November 5, 2007: A Daily News story is published in which Allen reveals to the newspaper that Lydia High said the gunman, still not identified, had a telltale tattoo on his neck and that he hugged JMJ before pulling the trigger. In the interview, Allen also told the paper that he had fully cooperated with investigators and that he was furious Rincon had refused to identify the killer.

November 13, 2007: Allen tells MTV News he wants the same thing JMJ’s family wants — closure — and says he’s not the “bad guy” in the tragic story. “As far as I’m concerned, everybody that was there and hasn’t said anything had something to do with it,” Mizell’s brother, Marvin Thompson, said in a Daily News article the previous week. Allen tells MTV News that he has been trying to figure out who killed Mizell for the past five years and insists he did not witness the murder, but that he has his own theory on who the murderer is — someone who was very close to Mizell and his family.

November 25, 2007: After five years of silence, witness Rincon finally comes forward and tells the Daily News that Jay had a pistol with him the night of the murder, and that he placed it on the arm of the couch they were sitting on while playing video games, suggesting that the DJ suspected he was a marked man. Rincon said Jay knew his killer and that, “Had there been immediate animosity or if there was a problem, they wouldn’t have been that close. … His gun was right there. … He would’ve been blazing.” At some point, Rincon said his phone rang and as he bent down to pick it up off the floor, he heard footsteps and heard Jay say, “Oh, sh–” and then gunshots rang out. Shot in the leg, Rincon turned to see Jay facedown on the floor with a gunshot wound to the head and the killer, wearing a dark sweater, running out of the studio. He claimed he never saw the killer’s face.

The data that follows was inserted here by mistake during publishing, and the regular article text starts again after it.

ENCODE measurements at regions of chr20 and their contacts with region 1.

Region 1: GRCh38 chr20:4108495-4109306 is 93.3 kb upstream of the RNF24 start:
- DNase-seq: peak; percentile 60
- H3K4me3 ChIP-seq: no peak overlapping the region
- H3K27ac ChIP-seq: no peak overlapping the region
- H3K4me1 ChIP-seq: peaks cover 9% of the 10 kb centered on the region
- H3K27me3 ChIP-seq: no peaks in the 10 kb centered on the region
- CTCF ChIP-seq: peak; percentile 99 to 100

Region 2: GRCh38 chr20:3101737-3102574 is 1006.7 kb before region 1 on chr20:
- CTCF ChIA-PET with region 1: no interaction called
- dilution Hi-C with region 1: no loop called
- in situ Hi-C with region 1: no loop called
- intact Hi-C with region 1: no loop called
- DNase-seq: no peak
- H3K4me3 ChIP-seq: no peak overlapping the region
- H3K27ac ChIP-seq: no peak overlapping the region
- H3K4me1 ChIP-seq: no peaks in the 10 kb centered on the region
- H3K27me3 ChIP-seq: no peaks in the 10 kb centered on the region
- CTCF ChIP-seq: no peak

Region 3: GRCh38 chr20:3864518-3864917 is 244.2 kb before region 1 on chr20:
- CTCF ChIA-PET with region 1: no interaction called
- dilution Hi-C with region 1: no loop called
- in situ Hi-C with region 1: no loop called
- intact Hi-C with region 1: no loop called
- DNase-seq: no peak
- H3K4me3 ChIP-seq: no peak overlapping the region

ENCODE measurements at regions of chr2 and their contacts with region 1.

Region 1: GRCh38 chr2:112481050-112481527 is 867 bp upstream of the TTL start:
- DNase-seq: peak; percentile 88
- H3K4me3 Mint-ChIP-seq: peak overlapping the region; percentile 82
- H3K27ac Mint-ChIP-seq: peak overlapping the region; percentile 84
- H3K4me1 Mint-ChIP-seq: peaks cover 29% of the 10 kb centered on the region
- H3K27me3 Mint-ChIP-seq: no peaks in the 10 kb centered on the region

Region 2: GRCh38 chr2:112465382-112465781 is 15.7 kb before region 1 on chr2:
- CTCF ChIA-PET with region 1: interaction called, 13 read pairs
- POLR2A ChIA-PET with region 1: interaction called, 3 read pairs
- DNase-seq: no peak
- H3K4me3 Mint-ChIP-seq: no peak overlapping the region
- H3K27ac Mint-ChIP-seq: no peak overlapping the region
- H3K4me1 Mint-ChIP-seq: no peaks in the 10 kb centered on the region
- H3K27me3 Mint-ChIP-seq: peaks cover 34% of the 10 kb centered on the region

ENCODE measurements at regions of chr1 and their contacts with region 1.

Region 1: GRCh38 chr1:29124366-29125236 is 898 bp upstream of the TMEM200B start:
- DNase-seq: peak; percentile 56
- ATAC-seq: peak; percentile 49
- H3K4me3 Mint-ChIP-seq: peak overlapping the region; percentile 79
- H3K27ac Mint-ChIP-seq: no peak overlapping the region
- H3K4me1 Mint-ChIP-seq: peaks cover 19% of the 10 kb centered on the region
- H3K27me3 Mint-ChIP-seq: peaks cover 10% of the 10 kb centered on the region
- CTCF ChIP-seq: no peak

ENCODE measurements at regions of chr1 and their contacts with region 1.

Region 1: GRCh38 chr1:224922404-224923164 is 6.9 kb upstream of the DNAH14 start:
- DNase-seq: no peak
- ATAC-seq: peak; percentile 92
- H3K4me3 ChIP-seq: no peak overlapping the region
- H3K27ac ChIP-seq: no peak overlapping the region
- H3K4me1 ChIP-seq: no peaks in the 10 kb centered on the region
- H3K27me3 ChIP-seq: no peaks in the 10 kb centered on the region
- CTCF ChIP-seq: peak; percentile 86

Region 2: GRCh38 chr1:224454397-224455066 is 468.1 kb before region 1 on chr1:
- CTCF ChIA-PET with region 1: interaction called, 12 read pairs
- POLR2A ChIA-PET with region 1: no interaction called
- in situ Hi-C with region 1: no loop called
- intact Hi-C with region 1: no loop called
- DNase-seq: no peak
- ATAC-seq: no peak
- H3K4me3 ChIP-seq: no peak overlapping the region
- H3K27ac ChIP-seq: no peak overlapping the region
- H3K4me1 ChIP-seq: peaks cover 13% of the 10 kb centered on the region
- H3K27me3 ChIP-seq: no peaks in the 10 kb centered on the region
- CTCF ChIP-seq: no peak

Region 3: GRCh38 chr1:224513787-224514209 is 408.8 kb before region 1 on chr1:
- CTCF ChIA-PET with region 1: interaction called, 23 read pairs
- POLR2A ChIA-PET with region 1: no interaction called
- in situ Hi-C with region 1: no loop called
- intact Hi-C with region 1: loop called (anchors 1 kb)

November 30, 2007: Allen gets into an emotional confrontation with members of Jay’s family at the J.A.M. Awards at the Hammerstein Ballroom in New York. At one point, the event’s producer told Allen to “Get out!” and a large group of men took off in search of Allen to remove him from the venue. Just before the uproar, Allen and Thompson had crossed paths for the first time since Jay’s funeral and the two men agreed to speak at a later time.

December 2007 Allen and Thompson meet and speak in front of MTV News’ cameras: Check back as our reports on Jam Master Jay’s murder continue Tuesday and Thursday.

Key Figures

Jam Master Jay: Jason Mizell, DJ for hip-hop pioneers Run-DMC, owner of 24/7 Studio. Murdered on October 30, 2002.

Randy Allen: A member of the Jay-produced hip-hop duo Rusty Waters, as well as Jay’s friend and business partner, he was in the studio the night of the murder. Named in a number of news accounts as a possible suspect whose motive may have been to collect on an insurance policy, Allen has denied any involvement in the killing.

Lydia High: The receptionist at the 24/7 Studio who reportedly was the first to be confronted by the murderers and Allen’s sister.

Derrick Parker: Former New York City police officer, the “hip-hop cop,” co-author of “Notorious C.O.P.: The Inside Story of the Tupac, Biggie, and Jam Master Jay Investigations From the NYPD’s First “Hip-Hop Cop.”

Uriel “Tony” Rincon: The man who was sitting on a couch playing video games with Jay when the DJ was shot, and who was shot in the leg during the assault. Rincon reportedly got tangled up with the shooter as he tried to flee the scene.

Curtis Scoon: A onetime suspect in the shooting who has never been arrested by police.

Boe Skagz: (Real name: Rodney Jones) Jay’s nephew, the other member of the Jay-produced hip-hop duo Rusty Waters and who was allegedly in the studio the night of the murder.

Marvin Thompson: Jam Master Jay’s brother.

Ronald “Tinard” Washington: A convicted armed robber who allegedly confessed to Jay’s murder, according to a witness, as well as the 1995 murder of Tupac Shakur associate Randy “Stretch” Walker; Washington has denied being involved in either slaying.

For full coverage of the Jam Master Jay case, see the Jam Master Jay Reports.

Often guilty, never convicted. Serving 15 years to life at MTV News.